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ZoneTrader Analysis Framework for Day Trading

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Markets Rarely Demonstrate Extended Break Outs on Intraday Basis

Break out and counter trend trading has been the most popular and successful day trading mechanisms for many, many years.  Basically, it attempts to capture the big trend days via break outs and the counter trend moves via intraday reversals. If the market consistently broke out to either the upside or downside and kept going, then day trading would be like an ATM machine.  Unfortunately, the market peppers chaos in the mix and you have break outs and false break outs and market congestion.  While the pits were alive and doing well, the locals could use simple math to figure out price levels where the markets could potentially turn and reverse course or if these levels were penetrated with a certain level of gusto, then a momentum trade was setting up.  These levels were labeled individual support and resistance levels (like the ones in the chart above).  A resistance level is a price where price should struggle to cross above, and a support level is one where price should struggle to cross below.  Combining the momentum and counter trend mechanisms into one strategy has been around since the 1980s.  Richard Saidenberg along with John Ehlers/Mike Barna created very successful day trading systems with names like R-Breaker, R-Levels and R-Mesa.  Many other traders utilized the same concepts and also created very successful algorithms – some leaned more on the either the breakout or counter trend entries.  Initially, the success of these algorithms lay with the crowd mentality as many day traders in the pits and in front of the screens were looking at the same thing simultaneously – it was a self-fulfilling prophecy.  However, as more traders started using these levels, the magic wore off.  These levels became traps and the robustness of these day trading approach waned.  Still the synergy of the breakout and counter trend approach was still a great approach and the only game in town. Traders started deriving their own levels and programmed entries and exits based on the interaction of the markets with these levels.  Many traders incorporated risk measures by monitoring daily volatility and derived potentially higher probable trades by overlaying daily bar patterns.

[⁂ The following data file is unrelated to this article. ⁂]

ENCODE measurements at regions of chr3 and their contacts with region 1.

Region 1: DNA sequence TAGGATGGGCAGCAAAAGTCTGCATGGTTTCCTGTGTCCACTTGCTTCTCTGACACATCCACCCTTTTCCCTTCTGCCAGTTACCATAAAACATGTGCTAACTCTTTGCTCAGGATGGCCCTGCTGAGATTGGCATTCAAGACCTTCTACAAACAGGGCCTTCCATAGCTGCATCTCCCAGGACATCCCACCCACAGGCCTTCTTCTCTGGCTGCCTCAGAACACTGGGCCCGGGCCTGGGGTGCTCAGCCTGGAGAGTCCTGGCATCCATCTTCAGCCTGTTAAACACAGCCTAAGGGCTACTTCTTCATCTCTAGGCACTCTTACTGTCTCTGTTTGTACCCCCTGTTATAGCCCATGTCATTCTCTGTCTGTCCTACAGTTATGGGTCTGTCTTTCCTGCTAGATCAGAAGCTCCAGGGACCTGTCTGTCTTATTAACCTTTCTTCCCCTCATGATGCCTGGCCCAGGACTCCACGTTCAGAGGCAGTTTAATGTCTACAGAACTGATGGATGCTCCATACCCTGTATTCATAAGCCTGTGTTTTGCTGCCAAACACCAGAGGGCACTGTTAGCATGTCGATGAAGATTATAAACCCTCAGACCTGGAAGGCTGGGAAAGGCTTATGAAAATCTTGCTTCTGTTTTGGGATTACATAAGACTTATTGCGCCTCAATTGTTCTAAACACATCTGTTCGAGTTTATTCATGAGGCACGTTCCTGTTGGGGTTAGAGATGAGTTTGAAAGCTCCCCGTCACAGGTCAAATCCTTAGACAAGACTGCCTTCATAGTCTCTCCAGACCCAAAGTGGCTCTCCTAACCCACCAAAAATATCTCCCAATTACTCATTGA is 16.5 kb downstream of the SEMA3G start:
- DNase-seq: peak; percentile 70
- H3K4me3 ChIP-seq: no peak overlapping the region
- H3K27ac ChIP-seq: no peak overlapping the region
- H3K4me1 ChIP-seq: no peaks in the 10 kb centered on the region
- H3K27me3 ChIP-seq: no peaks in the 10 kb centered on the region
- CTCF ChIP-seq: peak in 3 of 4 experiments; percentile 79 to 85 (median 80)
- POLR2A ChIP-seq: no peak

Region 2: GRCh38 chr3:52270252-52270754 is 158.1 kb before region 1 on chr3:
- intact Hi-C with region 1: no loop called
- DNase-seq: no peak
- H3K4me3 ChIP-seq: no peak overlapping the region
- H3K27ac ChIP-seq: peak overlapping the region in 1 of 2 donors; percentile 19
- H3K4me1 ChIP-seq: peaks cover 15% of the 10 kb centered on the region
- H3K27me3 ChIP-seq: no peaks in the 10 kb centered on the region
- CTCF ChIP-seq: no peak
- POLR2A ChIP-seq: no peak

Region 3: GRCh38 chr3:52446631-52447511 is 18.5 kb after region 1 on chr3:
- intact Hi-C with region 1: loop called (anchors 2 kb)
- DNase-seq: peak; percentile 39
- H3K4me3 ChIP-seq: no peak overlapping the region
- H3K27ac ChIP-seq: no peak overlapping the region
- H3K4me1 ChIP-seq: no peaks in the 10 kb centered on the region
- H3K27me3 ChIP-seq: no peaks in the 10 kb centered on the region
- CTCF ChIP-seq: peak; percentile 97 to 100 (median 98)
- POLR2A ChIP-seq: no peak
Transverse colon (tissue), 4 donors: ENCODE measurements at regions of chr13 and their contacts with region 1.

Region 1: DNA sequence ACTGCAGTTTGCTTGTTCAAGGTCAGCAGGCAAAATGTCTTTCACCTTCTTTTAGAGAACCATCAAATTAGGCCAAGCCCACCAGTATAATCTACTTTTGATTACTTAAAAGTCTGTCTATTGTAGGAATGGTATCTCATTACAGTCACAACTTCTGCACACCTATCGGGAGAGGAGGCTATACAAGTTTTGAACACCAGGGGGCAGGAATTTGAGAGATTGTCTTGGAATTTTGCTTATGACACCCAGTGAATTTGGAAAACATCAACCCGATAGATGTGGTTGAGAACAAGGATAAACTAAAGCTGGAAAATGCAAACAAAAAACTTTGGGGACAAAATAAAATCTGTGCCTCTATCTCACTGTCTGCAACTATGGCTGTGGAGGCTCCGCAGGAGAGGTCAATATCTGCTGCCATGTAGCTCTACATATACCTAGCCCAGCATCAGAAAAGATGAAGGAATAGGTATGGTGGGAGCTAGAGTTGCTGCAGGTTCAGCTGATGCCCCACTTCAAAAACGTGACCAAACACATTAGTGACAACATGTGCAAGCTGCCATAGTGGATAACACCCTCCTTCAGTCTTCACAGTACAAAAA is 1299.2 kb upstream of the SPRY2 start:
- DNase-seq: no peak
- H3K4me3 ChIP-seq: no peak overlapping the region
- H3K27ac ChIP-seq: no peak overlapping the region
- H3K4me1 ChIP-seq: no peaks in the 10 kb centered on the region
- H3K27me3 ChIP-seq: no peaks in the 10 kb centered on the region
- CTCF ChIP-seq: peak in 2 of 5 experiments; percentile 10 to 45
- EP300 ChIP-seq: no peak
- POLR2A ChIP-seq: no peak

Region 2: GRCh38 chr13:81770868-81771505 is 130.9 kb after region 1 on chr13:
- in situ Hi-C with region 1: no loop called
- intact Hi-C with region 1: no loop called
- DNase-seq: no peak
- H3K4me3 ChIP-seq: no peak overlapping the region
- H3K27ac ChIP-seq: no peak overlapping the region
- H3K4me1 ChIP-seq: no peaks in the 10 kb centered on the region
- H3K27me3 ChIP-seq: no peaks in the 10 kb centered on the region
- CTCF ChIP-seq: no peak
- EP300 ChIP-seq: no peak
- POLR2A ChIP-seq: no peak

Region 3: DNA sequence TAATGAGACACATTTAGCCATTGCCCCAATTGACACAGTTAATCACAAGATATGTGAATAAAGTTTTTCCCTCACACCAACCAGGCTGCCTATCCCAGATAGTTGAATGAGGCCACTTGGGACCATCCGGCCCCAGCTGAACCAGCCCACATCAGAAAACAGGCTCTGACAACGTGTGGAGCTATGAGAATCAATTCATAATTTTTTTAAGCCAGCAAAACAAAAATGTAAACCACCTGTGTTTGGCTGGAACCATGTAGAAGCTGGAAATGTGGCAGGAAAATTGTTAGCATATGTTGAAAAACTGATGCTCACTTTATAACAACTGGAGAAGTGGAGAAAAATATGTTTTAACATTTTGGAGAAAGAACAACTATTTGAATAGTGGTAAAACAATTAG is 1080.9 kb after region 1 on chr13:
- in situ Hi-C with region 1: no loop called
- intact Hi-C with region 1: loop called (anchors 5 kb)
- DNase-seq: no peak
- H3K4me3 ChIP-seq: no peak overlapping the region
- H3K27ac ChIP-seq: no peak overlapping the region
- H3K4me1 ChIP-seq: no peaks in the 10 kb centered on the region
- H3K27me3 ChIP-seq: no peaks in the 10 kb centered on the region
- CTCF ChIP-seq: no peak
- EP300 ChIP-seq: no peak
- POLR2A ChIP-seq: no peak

The Framework

The code that is used to develop these types of algorithms can be quite complicated, especially for a not-so experienced EasyLanguage programmer.  For this reason, I have created this framework. The code is fully explained at the end of the manual and a video is included on using the framework to reflect your own observations on the chart and in code.  The framework is not only a tool for developing day trade systems, but the logic and coding can take you a long way to becoming a much better EasyLanguage programmer.

Easy to Lean and Use Nomenclature

"z1topca," = cross above zone 1 top
"z1topcb," = cross below zone 1 top
"z2topca," = cross above zone 2 top

dayOpenZone = "z0"

dayOpenZone = "z1"
dayOpenZone = "z2"
dayOpenZone = "z3"
dayOpenZone = "z4"
dayOpenZone = "z5"

Can you write this?

if dayOpenZone = "z2" and
     last4Lev = "z2topca,z2topcb,z3topcb,z3topca," and
     zoneArray[z2Buy] = 0 then
          buy("Z2VidBuy") next bar at open;
          zoneArray[z2Buy] = 1;

Can you write this?

if dayOpenZone = "z7" and  // between s3 and s4
last1Lev = "z7botcb," and
zoneArray[z8Short] = 0 then
     sellShort("Z8-SBO") next bar at open;
     zoneArray[z8Short] = zoneArray[z8Short] +1;

If you answer yes, then you can probably use this frame work to develop your own day trading systems.
You will get the following files:
  • ELD (146KB)
  • TSW (608KB)
  • PDF (904KB)
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